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Int J Hematol. 2001 Dec;74(4):469-72.

Two novel gene mutations in type I antithrombin deficiency.

Author information

  • 1Department of Hematology, Oncology, and Respiratory Medicine, Okayama University Graduate School, Japan. kniiya@md.okayama-u.ac.jp

Abstract

We studied the molecular basis of type I antithrombin (AT) deficiency in 2 Japanese families, in which affected persons had histories of recurrent venous thrombosis and low (about 50% of normal) levels of AT protein according to measurements by both functional and antigen assays. Southern blotting of DNA isolated from peripheral leukocytes revealed no abnormalities in all the cases examined. Direct sequencing of the polymerase chain reaction (PCR) products from case I suggested a novel heterozygous nonsense mutation in exon 4 (GAG-->TAG at nucleotide position 7627, leading to Glu306 stop). The sequencing of the subclones of the patient's exon 4 products confirmed the nonsense mutation. No other sequence abnormalities were detected in the rest of the PCR products. The same mutation was detected in this patient's brother, who had a history of recurrent venous thrombosis and a reduced level of AT activity. In case 2, the direct sequencing of PCR products suggested a novel heterozygous 9-bp deletion in exon 3a (-CACTTC at nucleotide position 5354-5362, leading to the deletion of 3 amino acids, His120, Phel21, and Phe122). The 9-bp deletion mutation in the region of a unique quasi palindrome was confirmed by sequencing several of the subclones of the patient's exon 3a from the PCR products. No other mutations were found by direct sequencing of the rest of the coding regions. The 2 mutations found in this study are novel. The use of PCR and the sequencing of the PCR product subclones has simplified and confirmed the detection and characterization of the various AT mutations.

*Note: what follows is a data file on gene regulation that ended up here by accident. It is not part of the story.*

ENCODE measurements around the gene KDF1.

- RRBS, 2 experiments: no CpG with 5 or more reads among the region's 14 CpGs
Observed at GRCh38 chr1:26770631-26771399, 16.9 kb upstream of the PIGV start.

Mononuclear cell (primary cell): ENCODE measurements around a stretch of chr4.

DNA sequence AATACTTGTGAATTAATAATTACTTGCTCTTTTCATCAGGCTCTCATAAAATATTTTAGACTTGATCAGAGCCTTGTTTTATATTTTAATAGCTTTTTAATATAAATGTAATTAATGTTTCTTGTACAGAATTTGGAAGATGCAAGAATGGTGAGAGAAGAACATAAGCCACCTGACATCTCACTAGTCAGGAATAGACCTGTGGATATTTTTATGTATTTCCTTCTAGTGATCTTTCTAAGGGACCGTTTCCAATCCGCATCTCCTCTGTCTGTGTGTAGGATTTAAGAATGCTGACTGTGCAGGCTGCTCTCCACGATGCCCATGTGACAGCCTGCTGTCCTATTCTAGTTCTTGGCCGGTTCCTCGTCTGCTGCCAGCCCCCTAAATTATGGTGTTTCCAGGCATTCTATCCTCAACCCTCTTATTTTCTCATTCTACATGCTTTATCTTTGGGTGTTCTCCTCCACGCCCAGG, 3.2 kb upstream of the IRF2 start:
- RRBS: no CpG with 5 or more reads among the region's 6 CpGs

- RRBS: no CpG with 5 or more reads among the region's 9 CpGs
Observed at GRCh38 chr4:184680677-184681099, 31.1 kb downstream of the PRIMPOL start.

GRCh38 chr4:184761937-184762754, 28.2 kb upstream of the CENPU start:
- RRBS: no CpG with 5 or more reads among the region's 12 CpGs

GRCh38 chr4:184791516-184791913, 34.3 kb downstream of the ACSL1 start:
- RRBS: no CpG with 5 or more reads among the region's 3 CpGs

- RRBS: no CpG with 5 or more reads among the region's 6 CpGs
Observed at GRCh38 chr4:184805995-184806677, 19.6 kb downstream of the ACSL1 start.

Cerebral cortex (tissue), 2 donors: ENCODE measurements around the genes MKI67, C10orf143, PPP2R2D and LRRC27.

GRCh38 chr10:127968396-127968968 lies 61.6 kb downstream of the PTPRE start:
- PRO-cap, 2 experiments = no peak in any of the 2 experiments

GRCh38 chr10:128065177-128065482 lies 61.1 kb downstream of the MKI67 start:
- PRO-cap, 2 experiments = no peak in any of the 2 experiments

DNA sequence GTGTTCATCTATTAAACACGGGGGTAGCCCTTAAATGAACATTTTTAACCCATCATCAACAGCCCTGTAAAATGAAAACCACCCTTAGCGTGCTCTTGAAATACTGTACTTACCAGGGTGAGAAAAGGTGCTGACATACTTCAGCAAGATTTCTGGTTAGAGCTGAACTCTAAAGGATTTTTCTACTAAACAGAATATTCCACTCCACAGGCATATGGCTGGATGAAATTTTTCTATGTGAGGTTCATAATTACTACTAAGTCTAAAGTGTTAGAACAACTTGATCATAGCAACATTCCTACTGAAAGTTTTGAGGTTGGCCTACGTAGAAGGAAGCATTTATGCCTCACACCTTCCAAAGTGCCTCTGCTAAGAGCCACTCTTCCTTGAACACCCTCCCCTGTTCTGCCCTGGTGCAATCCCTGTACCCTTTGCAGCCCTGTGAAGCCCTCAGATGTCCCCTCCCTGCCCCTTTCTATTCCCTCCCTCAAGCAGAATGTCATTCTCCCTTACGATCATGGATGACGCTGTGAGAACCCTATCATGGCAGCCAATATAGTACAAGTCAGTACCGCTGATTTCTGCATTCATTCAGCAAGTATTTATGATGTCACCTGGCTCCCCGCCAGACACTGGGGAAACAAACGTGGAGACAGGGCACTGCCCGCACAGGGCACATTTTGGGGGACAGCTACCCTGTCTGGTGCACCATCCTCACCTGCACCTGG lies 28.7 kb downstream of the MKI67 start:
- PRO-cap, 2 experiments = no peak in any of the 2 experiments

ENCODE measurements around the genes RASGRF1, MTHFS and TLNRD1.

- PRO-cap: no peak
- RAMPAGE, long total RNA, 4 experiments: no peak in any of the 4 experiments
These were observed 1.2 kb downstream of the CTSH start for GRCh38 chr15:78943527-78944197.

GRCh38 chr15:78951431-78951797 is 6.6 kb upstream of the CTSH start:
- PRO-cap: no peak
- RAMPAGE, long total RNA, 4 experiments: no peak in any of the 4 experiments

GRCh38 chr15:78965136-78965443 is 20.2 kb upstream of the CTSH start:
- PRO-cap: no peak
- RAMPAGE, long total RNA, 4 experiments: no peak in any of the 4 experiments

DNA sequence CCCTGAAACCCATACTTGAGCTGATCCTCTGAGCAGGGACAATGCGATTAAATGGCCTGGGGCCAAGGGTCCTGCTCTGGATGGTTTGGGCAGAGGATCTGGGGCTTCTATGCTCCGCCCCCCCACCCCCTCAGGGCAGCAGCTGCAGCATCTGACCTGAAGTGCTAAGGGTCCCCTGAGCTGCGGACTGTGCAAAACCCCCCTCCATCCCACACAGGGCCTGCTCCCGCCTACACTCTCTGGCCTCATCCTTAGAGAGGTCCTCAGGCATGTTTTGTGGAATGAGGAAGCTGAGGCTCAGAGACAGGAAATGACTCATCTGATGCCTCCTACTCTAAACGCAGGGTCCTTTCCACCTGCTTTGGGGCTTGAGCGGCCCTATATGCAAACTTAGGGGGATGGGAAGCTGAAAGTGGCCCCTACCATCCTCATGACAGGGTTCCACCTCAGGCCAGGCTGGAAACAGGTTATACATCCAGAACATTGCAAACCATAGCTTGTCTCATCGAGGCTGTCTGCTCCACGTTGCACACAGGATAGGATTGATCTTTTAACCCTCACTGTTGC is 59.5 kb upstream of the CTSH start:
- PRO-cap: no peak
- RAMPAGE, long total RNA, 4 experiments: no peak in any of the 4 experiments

PMID:
11794707
[PubMed - indexed for MEDLINE]
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